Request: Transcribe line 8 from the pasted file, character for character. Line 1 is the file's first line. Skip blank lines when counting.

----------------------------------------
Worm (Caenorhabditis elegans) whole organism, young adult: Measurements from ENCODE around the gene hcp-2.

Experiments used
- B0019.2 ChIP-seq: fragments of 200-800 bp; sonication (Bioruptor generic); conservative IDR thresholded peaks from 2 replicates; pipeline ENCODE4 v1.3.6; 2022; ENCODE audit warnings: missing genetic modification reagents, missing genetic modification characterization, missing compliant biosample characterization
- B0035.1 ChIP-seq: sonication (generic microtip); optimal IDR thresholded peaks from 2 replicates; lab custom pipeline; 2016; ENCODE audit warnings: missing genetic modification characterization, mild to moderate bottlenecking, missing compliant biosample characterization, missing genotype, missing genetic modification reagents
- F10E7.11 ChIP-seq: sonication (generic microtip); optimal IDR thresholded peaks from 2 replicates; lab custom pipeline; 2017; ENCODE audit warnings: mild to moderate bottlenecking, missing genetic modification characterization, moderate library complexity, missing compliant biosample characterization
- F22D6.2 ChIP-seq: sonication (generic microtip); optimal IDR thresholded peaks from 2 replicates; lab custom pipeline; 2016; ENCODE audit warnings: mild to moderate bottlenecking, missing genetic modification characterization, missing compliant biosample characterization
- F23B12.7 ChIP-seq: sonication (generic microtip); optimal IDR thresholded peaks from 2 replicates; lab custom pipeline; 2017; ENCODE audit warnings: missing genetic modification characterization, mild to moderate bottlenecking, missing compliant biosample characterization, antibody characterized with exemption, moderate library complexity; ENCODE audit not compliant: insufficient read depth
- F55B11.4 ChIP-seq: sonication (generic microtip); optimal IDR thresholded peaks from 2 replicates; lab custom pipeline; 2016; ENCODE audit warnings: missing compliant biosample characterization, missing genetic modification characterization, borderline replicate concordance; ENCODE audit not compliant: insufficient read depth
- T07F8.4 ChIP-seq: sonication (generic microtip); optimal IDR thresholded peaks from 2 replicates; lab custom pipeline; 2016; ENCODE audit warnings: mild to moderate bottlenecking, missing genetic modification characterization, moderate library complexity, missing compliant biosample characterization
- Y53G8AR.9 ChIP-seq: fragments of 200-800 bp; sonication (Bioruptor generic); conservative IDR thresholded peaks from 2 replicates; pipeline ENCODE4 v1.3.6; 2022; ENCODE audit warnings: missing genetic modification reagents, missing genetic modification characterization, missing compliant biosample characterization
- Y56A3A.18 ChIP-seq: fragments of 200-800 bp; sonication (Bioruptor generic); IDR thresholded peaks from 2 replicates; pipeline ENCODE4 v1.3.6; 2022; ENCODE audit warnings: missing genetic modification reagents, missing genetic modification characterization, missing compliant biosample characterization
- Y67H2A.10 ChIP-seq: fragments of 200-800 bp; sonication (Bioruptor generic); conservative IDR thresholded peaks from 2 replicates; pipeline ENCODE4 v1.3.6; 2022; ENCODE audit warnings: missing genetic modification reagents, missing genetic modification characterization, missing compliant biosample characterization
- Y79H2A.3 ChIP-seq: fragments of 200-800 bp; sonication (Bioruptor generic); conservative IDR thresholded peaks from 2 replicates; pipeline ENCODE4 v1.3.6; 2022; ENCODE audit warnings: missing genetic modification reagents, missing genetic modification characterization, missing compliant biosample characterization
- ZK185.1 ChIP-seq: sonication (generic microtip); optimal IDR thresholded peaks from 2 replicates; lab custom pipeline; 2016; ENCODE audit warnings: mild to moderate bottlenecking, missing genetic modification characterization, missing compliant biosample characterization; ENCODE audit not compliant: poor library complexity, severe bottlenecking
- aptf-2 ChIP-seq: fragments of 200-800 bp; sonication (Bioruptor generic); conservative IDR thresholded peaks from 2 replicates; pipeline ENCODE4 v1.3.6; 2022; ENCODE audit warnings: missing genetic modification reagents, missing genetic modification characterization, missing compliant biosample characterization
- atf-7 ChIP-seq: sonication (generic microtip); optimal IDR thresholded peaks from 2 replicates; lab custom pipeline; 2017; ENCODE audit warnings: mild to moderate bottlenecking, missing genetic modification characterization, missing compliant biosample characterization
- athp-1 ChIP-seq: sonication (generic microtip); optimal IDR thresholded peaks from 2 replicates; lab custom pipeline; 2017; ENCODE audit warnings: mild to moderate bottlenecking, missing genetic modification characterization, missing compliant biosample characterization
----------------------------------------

- F55B11.4 ChIP-seq: sonication (generic microtip); optimal IDR thresholded peaks from 2 replicates; lab custom pipeline; 2016; ENCODE audit warnings: missing compliant biosample characterization, missing genetic modification characterization, borderline replicate concordance; ENCODE audit not compliant: insufficient read depth